Posts Tagged: reading

Habit 3: Putting First things First

I’m enjoying 7 Habits of Highly Effective People.  The chapter for habit 3 is titled “Put First Things First”.  It is the natural result of the application of the first two habits (being proactive and having an end goal).  In this chapter, Mr. Covey discusses how to best manage yourself.  Generally the author’s recommendation is to develop a set of priorities and then to prioritize your tasks based on them.  He also discusses stewardship based management, which is the principle of making someone responsible for producing certain results.

Many time management systems are task oriented.  This is the natural outgrowth of how tangible objects are produced, and the world throws stuff at us.  We are used to receiving items as a list of things to do.  As soon as a task has been received, we then give it a mental priority.  In my experience, priorities are often time based and then modified based on other rules. Mr. Covey argues that tasks should be prioritized based on values and we should be proactive in prioritizing them, rather then reactive in how they are prioritized.

Management is an art which is hard to master. In high school, most of my mangers were very hands on, and told you step-by-step what they wanted done.  Where I work now, I would say we are closer to the stewardship based management discussed in this chapter.  Stewardship management is about laying down a set of expectations, some ground rules, and getting the other party started in the right direction.  After that is done, you let them go.  I believe this is more fulfilling to the person being managed, and more time effective for the manager.  In my experience, there is an adjustment required to go from step-by-step managers to stewardship based mangers. Someone who is used to step-by-step mangers doesn’t feel comfortable making the kinds of decisions a person under stewardship based manager needs to make.

Till Next Time-
Wesley

Church Shopping

Chapter 15 of the Scewtape Letters is about churches, churchgoers, and ways Christians can be subverted from being effective in them.  If you are not familiar with the Screwtape Letters by C.S Lewis, the book is a series of fictitious letters written from the perspective of a demon to his nephew with advice on tempting a certain “patient”.  The letters a kind of odd to read since they are written from the opposite perspective on the author and, in my case, the reader.

Lewis has several insights on the importance of Church in the Christian’s daily life, and ways churches are often corrupted.  He also addresses the problem of Church hopping.  In the letter, Screwtape suggests turning the “patient” into a connoisseur of churches so that he hops between churches with out ever committing to one.  Lewis also uses Screwtape to point out that a church should be viewed as more then a club.  If we view a church as something we can easily come and go from, then we are easily separated from meaningful relationships and more easily tempted.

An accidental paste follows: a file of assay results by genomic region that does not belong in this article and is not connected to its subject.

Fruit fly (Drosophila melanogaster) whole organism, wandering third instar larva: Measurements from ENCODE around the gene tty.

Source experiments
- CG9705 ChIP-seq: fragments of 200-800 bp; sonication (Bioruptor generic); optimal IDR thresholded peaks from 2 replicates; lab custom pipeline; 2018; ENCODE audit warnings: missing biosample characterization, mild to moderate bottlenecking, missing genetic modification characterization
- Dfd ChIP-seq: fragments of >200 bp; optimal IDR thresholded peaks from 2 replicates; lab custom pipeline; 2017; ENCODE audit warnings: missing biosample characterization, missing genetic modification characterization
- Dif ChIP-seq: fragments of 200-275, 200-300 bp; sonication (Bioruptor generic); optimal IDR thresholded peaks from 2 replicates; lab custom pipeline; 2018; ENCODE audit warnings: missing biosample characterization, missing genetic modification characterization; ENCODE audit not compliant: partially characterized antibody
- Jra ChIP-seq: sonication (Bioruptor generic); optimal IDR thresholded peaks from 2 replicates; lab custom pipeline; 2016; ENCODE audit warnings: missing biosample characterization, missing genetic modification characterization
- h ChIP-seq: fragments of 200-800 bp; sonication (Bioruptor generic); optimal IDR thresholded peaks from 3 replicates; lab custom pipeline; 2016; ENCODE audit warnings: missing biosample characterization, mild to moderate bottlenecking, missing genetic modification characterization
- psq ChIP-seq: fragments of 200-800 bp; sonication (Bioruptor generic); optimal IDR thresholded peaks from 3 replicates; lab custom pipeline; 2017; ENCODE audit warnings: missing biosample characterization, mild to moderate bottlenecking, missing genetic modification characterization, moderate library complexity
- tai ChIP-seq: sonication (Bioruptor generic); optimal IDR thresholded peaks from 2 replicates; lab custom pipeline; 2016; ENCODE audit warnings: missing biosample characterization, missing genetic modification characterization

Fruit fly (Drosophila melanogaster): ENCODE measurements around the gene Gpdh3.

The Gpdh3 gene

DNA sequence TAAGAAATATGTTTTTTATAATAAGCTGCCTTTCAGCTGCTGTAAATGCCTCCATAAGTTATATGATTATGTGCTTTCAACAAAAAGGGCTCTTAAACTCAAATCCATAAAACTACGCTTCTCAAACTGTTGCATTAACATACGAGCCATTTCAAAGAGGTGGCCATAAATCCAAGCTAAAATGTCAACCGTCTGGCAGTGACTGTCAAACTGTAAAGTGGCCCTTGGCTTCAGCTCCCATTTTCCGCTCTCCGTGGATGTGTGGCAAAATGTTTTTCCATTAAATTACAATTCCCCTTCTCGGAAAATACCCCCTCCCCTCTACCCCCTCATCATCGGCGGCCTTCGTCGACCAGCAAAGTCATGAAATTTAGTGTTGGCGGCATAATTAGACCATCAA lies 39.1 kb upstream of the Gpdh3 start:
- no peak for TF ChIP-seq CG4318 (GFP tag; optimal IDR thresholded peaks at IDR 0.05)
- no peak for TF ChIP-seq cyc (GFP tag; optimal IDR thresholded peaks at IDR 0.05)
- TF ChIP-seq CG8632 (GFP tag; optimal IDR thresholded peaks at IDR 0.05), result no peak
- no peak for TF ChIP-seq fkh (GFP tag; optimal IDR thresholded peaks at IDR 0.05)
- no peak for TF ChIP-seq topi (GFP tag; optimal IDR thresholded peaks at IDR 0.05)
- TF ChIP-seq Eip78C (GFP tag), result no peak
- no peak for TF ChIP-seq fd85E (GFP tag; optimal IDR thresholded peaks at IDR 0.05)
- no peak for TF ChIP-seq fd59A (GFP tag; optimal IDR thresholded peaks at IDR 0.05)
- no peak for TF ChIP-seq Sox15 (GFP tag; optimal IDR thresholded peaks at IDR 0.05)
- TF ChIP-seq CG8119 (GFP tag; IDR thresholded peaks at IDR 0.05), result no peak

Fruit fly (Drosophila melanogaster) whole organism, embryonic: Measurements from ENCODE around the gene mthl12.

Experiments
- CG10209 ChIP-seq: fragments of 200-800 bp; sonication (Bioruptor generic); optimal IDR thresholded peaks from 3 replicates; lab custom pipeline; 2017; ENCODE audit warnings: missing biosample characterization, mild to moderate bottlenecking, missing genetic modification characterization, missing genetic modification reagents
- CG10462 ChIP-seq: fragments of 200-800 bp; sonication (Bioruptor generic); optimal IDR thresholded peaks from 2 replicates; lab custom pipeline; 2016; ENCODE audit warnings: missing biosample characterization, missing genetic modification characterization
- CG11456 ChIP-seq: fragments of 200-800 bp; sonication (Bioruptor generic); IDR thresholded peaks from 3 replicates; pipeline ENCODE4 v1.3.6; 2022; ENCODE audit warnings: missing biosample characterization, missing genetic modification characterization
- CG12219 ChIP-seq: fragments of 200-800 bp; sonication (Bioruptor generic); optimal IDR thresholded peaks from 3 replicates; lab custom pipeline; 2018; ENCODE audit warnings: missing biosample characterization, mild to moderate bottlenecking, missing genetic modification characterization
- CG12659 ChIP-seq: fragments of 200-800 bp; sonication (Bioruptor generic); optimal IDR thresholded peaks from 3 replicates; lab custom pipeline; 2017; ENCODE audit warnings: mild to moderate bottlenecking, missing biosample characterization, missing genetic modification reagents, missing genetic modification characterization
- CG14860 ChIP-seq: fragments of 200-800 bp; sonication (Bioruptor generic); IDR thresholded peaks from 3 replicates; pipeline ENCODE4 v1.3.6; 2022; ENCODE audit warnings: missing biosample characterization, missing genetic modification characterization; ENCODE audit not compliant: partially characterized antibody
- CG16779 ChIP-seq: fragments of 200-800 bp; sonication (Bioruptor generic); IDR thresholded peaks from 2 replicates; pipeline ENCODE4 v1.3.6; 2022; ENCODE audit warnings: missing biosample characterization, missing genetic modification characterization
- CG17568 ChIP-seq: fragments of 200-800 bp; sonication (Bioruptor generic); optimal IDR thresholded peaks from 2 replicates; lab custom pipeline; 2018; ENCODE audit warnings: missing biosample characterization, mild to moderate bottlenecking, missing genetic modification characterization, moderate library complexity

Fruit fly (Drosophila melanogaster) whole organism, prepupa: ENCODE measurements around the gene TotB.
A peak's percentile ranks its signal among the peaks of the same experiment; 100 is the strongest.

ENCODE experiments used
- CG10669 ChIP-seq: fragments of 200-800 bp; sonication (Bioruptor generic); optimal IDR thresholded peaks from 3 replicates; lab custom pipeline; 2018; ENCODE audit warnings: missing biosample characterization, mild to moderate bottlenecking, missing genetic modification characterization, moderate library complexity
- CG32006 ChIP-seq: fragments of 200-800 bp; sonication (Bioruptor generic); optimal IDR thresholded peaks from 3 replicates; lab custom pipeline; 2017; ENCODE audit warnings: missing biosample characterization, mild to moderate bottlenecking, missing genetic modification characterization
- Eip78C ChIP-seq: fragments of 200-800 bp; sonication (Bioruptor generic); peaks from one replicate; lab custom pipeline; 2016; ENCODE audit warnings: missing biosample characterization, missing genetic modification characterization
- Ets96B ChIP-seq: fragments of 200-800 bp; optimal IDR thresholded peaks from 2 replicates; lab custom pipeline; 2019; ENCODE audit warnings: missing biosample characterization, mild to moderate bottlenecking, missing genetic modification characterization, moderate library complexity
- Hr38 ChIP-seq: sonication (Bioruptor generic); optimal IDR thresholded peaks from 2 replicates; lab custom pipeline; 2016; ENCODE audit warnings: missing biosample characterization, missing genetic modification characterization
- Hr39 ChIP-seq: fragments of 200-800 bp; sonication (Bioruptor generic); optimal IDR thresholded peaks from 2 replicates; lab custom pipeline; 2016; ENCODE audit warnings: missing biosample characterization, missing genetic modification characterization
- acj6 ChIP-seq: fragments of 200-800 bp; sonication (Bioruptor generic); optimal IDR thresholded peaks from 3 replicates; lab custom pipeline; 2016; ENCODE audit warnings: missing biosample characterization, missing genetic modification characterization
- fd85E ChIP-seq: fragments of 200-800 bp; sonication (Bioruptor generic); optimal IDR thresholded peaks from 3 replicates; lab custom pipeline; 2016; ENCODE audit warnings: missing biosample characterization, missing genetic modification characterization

Reading about Some Habbits

I really haven’t done much fun reading for a long time.  My grandma stopped by our house on Sunday, and brought along her new Kindle.  This got me in the mood to pull mine out and try reading something.  The last book I had been reading was 7 Habits of Highly Effective People by Stephen R. Covey.  There were two habits I read about today, being proactive and working toward an end goal.  If you aren’t familiar with the book, each chapter covers a particular habit.

The chapter on being proactive was mostly concerned about attitude.  Many people attribute their current situation in life to outside forces and live at the whim of their emotions.  Stephen argues that we have more control over where we are in life then we realize. If we take a step back and analyze our position we will likely find that we can take actions to change where we are.  Also he cited and example of some businessmen who, after being depressed by where their business was and where it was headed, were very encouraged by the actions they could take to improve things.  Keep in mind that making plans, but taking no action has about the same value as not making any plans.

I didn’t follow the chapter on working toward an end goal as closely, but the general principle was that we should plan out what we are going to do, based on the end result of what we want.  With many things in life we will let them go how they please, without setting any end goals.  Stephen says that we should approach situations with goals of how the results should look, rather then just doing things with no end goal in mind.

Till next time-
Wesley